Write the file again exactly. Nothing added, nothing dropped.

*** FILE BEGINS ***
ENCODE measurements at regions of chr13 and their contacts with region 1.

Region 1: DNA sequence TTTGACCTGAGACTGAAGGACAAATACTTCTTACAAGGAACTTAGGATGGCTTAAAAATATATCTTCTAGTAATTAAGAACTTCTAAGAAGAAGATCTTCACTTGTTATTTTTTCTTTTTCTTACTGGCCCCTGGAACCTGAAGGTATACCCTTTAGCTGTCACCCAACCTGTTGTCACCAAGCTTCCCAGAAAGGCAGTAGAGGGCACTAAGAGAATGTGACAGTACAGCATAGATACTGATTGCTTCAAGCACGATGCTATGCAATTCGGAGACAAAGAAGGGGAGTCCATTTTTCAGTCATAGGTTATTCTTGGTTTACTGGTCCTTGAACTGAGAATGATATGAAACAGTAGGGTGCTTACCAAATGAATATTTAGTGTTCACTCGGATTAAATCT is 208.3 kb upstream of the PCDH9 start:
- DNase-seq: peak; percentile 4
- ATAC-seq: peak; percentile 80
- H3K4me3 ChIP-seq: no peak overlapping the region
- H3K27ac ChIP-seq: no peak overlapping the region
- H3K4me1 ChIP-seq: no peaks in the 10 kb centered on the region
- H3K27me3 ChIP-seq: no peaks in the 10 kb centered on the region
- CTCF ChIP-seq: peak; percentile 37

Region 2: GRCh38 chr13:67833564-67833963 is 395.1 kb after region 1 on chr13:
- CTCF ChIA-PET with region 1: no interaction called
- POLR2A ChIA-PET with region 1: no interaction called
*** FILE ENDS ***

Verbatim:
ENCODE measurements at regions of chr13 and their contacts with region 1.

Region 1: DNA sequence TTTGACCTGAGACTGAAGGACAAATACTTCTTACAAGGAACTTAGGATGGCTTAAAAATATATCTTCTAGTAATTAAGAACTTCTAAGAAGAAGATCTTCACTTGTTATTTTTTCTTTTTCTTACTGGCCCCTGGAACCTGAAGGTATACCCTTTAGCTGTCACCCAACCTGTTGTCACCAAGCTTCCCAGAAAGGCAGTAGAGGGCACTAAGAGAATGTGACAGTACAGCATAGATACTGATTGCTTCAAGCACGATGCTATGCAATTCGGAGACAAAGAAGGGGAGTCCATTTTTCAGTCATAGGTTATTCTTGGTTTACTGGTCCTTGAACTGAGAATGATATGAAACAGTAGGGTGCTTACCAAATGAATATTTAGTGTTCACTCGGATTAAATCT is 208.3 kb upstream of the PCDH9 start:
- DNase-seq: peak; percentile 4
- ATAC-seq: peak; percentile 80
- H3K4me3 ChIP-seq: no peak overlapping the region
- H3K27ac ChIP-seq: no peak overlapping the region
- H3K4me1 ChIP-seq: no peaks in the 10 kb centered on the region
- H3K27me3 ChIP-seq: no peaks in the 10 kb centered on the region
- CTCF ChIP-seq: peak; percentile 37

Region 2: GRCh38 chr13:67833564-67833963 is 395.1 kb after region 1 on chr13:
- CTCF ChIA-PET with region 1: no interaction called
- POLR2A ChIA-PET with region 1: no interaction called